Decatur Senior Homestead Tax Committee to recommend age and income-based exemptions
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By Sara Amis, contributor
Decatur, GA — The Senior Homestead Tax Exemption Committee met Aug. 19 to discuss the recommendations they will be making to the City Schools of Decatur Board of Education at its next meeting.
The current senior homestead tax exemption was passed in 2016, with a five-year sunset, with the stated goals of keeping seniors in the community and reducing new student enrollments. However, a study conducted by Georgia State University determined that the exemption did not achieve either of those goals.
“Unfortunately there was no change in seniors moving out of Decatur and there was no real slowdown in new CSD enrollments after the exemption went into place,” said committee member Hans Utz, who is also a contributor to Decaturish. “On top of that, there were some unanticipated additional costs to the system.”
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The CSD board expected the exemption to cost the school district a $1.2 million incremental increase over the existing exemptions. In 2019 however, it cost the district an extra $3.5 million in reduced revenues, while in 2020 it cost an estimated $5.7 million.
To cover the gap, the CSD Board raised the millage rate from 18.66 to 20.25 and re-evaluated its operations. Committee member Gwen Hall stated that in the lower elementary schools the number of paraprofessionals was reduced and also Spanish was cut from four days to three days. In addition, the system dipped into its reserves to balance the budget.
The committee was charged with reducing the cost of the exemption to the originally planned $1.2 million while preserving as much of the exemption as possible, especially for those on limited incomes. The total amount of senior school tax exemptions will be budgeted at $4.3 million.
To that end, the committee recommends two separate exemptions: One for seniors 65-69, based on adjusted Federal adjusted median income, with an exemption value adjusted to reflect home values. The total amount of that exemption will be capped at $1.1 million
Seniors 70+ will also receive an income-based exemption while the rest of the budgeted amount, no more than $3.2 million, will be distributed to all seniors who are 70+ regardless of income. Utz stated that most or all of the existing exemption could be preserved for homeowners who are over 70, with the caveat that the data the calculations are based on must be very carefully evaluated in order to avoid repeating the problems created by the 2016 exemption.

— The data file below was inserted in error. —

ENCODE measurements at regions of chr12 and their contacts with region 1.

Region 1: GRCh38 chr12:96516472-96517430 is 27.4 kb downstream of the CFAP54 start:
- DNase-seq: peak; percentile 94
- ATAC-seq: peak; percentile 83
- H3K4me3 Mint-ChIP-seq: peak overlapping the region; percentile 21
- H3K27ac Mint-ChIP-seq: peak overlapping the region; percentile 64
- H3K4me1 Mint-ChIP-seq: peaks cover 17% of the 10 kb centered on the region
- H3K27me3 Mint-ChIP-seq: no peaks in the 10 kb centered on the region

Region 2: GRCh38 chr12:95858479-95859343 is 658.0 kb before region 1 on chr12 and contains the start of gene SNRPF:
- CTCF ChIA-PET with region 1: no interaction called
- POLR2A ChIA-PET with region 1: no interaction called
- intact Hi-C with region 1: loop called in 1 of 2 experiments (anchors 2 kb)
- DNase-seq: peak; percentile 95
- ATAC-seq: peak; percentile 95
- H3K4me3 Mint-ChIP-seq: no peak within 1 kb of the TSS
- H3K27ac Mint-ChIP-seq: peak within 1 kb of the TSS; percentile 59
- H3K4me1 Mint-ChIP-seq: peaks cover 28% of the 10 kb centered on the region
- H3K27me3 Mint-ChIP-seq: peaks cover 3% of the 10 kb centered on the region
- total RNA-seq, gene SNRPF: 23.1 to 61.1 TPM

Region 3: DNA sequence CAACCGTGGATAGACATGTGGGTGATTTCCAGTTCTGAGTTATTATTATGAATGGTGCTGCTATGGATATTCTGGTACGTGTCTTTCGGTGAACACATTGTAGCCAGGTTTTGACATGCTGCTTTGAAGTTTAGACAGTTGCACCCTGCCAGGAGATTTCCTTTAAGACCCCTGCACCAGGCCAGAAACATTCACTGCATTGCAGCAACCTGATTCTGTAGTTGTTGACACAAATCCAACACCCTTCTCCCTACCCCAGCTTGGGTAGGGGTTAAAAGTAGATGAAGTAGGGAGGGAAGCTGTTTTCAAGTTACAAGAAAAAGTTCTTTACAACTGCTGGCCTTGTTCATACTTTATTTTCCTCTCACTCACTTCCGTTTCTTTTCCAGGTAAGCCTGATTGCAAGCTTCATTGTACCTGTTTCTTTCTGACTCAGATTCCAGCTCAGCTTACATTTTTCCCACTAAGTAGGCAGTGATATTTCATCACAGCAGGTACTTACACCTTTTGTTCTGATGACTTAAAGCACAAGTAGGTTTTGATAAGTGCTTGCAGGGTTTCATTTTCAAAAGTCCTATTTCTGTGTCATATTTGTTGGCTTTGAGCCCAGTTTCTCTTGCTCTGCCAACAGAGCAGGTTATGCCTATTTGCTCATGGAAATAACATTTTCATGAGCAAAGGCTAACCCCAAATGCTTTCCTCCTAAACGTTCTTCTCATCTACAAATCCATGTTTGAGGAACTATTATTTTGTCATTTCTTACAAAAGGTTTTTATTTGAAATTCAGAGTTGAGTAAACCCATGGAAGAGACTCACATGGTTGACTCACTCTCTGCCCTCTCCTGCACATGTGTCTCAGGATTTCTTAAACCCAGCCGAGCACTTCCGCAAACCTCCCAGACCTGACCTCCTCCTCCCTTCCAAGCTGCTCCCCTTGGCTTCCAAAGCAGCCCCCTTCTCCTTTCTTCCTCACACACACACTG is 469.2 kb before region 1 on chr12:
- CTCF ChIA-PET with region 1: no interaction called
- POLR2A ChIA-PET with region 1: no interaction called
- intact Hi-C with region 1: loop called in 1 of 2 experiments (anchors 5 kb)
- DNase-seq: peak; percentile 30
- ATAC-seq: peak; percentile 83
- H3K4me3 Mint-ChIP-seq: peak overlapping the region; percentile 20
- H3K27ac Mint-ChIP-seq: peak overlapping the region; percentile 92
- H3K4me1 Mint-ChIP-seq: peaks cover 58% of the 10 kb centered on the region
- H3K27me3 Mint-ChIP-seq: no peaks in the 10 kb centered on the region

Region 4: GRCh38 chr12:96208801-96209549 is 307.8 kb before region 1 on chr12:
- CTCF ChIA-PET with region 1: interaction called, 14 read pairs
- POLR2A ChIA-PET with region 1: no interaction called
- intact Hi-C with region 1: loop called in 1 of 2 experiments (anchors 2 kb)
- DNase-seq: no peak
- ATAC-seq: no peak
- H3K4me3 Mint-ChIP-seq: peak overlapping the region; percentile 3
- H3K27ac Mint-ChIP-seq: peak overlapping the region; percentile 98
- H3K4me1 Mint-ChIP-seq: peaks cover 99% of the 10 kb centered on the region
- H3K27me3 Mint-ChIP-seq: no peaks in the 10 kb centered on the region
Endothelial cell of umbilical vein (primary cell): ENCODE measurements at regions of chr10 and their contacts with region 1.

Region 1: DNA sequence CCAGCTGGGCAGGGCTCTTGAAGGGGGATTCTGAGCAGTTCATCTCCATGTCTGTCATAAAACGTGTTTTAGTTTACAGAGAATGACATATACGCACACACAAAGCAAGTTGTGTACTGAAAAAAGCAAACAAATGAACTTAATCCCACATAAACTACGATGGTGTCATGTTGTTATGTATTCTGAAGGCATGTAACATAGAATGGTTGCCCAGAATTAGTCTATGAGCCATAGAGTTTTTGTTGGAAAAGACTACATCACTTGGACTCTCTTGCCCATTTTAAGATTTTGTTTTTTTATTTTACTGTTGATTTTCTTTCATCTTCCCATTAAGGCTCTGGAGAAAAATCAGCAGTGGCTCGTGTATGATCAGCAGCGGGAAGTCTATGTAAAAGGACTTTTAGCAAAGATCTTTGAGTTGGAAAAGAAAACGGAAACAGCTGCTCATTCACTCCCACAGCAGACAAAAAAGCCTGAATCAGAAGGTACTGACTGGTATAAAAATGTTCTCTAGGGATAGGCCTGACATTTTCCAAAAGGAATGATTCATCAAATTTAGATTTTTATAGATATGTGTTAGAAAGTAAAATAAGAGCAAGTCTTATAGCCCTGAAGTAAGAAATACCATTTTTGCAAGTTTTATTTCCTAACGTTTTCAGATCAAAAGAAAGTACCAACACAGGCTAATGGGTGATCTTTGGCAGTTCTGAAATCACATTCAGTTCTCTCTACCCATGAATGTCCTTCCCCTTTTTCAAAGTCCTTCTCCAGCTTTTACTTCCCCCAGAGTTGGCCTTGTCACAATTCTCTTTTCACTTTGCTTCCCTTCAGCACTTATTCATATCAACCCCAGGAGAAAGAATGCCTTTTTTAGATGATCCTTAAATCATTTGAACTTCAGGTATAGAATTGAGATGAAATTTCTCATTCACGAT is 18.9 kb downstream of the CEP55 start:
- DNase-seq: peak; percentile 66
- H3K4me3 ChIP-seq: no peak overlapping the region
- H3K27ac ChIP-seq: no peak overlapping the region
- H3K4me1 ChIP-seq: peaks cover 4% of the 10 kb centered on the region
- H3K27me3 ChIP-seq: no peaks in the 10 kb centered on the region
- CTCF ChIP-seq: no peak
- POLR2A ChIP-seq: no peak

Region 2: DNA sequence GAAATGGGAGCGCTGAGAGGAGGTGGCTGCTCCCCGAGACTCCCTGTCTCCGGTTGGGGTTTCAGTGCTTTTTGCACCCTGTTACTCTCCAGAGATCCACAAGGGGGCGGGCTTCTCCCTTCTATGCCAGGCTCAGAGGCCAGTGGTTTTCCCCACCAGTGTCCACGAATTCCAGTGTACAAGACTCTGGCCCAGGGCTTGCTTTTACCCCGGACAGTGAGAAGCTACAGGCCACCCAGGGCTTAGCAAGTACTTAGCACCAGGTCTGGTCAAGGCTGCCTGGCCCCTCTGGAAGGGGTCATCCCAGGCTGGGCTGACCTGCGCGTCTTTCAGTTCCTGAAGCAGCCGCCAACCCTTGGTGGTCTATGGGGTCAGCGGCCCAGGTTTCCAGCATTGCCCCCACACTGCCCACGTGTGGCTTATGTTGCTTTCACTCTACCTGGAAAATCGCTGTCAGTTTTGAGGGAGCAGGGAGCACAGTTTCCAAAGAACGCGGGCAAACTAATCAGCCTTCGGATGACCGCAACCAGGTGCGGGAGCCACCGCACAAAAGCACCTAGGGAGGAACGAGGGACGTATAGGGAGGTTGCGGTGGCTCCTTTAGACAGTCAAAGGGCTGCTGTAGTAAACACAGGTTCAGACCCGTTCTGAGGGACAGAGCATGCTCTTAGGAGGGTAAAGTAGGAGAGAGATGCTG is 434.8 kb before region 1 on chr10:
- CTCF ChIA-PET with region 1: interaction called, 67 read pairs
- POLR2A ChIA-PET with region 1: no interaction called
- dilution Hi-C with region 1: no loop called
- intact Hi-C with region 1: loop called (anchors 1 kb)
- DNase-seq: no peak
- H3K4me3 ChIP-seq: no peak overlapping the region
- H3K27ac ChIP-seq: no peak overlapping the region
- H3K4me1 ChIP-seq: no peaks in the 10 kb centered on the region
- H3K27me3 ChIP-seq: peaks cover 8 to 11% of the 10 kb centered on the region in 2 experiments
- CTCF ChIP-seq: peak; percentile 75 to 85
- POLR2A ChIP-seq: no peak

The committee plans to recommend that the CSD board get a professional analysis to get detailed information on demographics and income so dollar amounts can be calculated more precisely.
“We can’t afford to do a quick and dirty back of the envelope calculation again,” said Utz.
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Gwin Hall, another committee member, pointed out that reducing the tax burden on seniors means increasing it on everyone else, including other vulnerable populations.
“There’s so much conversation about keeping Decatur affordable so that we can maintain diversity, including economic diversity,” Hall said. “There are certainly policy interests for giving seniors tax breaks, and we’ve talked about a lot of them. How does that impact other vulnerable populations who don’t qualify for the senior exemption?”
Committee members discussed ways to engage and inform the public through meetings and neighborhood organizations and emphasized the need to alert seniors who currently receive the exemption about potential changes. Mailers were suggested for those seniors who don’t have internet.
“We have their names and addresses. It’s not like a complete Pokemon hunt,” said committee member Paula Collins.
The committee will make a presentation at the next school board meeting on Sept. 8, and will also provide a written report to the CSD board.
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